Wales lockdown rules: What are the latest level 4 restrictions?

Wales has entered a full lockdown, after Tier 4 restrictions began at one minute after midnight on Sunday, Dec 20. 

Mark Drakeford had previously stated that the country would enter a new Tier 4 lockdown for three weeks following Christmas. However, the restrictions were brought forward to Dec 20 following concerns over a new strain of the virus. 

The Welsh Labour leader said a "sustained rise in coronavirus" meant that the country would have to move into its highest level of restrictions. 

His announcement came after a meeting with the first ministers of Scotland and Northern Ireland, as well as Michael Gove, on the new strain.

All non-essential retail, close contact services, gyms and leisure centres and hospitality closed at "end of trading" on Saturday Dec 19. Restrictions over Christmas were also tightened: the five-day relaxation period was scrapped and only two households were permitted to mix on Christmas Day. 

Mr Drakeford detailed how the pattern of transmission in London and the South East of England, which has been linked to the new variant, is "remarkably consistent with the rapid acceleration of transmission in Wales" and the high case rates seen in recent weeks. He said the latest evidence suggested that the new strain is "present throughout Wales".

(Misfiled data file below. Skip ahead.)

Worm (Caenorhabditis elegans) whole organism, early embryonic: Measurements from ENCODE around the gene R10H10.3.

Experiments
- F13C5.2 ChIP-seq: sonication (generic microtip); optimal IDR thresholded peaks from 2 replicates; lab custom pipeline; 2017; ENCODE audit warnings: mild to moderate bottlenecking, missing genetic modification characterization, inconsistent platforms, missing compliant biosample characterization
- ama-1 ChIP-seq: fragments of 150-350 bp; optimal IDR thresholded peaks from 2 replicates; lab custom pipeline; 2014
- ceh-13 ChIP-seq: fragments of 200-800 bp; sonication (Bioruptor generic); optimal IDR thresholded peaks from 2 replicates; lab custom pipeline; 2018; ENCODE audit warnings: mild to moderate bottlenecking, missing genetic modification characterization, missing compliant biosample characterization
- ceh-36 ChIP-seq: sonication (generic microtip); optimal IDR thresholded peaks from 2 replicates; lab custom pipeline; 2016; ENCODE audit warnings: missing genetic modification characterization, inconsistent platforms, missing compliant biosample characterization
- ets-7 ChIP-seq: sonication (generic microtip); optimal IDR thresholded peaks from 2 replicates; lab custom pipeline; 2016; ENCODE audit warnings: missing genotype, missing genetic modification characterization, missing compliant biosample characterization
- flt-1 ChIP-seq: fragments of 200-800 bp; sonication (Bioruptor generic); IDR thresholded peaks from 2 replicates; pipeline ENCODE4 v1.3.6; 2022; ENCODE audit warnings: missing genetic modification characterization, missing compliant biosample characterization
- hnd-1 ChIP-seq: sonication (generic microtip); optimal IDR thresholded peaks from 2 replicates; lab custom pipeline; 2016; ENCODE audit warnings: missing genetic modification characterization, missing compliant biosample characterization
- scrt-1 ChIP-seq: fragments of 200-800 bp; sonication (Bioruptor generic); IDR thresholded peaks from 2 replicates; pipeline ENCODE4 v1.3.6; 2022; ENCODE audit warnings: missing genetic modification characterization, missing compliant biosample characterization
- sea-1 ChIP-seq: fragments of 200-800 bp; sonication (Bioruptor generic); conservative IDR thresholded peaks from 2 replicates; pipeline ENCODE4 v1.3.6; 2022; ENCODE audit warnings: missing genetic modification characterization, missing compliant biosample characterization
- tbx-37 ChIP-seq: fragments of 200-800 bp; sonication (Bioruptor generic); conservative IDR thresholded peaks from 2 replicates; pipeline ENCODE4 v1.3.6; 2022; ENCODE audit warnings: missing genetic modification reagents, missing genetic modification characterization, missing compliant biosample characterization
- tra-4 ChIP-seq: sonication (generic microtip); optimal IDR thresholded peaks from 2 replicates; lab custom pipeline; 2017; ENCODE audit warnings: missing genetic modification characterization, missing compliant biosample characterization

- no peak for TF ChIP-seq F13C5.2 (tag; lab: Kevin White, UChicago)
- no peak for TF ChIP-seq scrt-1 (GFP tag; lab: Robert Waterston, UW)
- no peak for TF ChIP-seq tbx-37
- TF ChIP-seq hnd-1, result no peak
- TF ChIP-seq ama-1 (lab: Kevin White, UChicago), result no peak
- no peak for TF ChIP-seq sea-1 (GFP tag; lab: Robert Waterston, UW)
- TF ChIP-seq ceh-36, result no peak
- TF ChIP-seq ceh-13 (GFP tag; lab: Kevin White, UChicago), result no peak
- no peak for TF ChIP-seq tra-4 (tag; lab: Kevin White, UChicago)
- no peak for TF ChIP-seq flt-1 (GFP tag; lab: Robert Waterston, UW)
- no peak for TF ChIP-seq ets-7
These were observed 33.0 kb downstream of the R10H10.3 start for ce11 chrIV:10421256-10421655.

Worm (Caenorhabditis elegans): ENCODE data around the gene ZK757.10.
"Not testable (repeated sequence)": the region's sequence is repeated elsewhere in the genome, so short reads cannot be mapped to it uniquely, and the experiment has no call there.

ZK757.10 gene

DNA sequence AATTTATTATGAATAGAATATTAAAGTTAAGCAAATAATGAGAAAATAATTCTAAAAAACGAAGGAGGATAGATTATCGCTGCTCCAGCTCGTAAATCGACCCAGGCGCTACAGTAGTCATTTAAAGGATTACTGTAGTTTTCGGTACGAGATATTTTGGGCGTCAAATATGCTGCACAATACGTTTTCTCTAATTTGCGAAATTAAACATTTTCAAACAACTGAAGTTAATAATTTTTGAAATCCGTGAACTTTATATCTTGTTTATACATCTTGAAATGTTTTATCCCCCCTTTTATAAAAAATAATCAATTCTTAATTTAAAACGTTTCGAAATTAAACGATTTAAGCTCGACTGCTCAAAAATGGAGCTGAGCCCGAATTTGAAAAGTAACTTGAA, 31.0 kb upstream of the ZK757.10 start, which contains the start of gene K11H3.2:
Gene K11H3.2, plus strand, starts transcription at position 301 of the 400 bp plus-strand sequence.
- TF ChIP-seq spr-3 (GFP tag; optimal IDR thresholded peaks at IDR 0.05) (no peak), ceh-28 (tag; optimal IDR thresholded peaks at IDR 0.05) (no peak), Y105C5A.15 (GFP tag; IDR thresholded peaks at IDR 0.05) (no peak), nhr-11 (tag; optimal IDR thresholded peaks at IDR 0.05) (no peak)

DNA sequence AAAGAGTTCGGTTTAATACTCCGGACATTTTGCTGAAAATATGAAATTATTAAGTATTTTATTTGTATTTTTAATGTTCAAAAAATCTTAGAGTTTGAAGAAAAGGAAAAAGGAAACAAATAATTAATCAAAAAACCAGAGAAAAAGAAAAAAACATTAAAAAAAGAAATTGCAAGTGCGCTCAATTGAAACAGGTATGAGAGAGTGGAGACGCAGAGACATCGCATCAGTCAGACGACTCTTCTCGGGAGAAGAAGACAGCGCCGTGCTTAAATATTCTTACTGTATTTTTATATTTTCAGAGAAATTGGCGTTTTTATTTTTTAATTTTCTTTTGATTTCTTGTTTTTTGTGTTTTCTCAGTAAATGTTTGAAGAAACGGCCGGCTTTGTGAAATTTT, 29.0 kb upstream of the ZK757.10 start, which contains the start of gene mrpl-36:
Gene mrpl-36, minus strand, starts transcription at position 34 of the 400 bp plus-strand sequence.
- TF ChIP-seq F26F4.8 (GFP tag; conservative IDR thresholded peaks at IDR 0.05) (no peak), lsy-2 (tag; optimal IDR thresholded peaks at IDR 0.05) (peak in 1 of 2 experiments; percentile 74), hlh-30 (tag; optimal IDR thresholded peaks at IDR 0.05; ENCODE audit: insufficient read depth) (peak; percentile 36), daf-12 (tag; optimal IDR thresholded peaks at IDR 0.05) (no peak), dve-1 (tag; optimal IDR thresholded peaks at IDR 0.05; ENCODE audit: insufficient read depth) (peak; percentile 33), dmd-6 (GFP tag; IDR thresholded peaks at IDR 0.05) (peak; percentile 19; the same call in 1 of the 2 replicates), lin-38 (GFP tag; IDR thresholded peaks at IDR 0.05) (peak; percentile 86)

The First Minister reiterated evidence that while the new strain does not appear to be more severe or have a higher mortality rate, it is 70 per cent more transmissible than the coronavirus.

People chat on the High Street in Merthyr Tydfil, the area with the highest seven-day coronavirus case rate in Wales. Credit: Ben Birchall/PA

Mr Drakeford told the Welsh Government briefing the new lockdown would last for an initial three weeks, when the levels will be reviewed, but said he couldn't offer a prediction of how long the measures would continue. 

"I said earlier there was small grounds for optimism given what we saw in the firebreak period and we begin to see the impact upon our health service within 10 days on measures being taken" he said.

Mr Drakeford added: "We will need to track that carefully, see where it gets us and review at the end of the three weeks and see whether it is possible to alleviate any of the measures on a regional or a national basis."

Welsh health minister Vaughan Gething has said people who were previously shielding "should no longer attend work or school outside the home" due to the surge in coronavirus cases in Wales.

A total of 35,335 people in Wales had received their first dose of the Covid-19 vaccine as of December 27, figures have shown.

Public Health Wales said: "Data entry at time of reporting will be incomplete and the number of people actually vaccinated will be higher."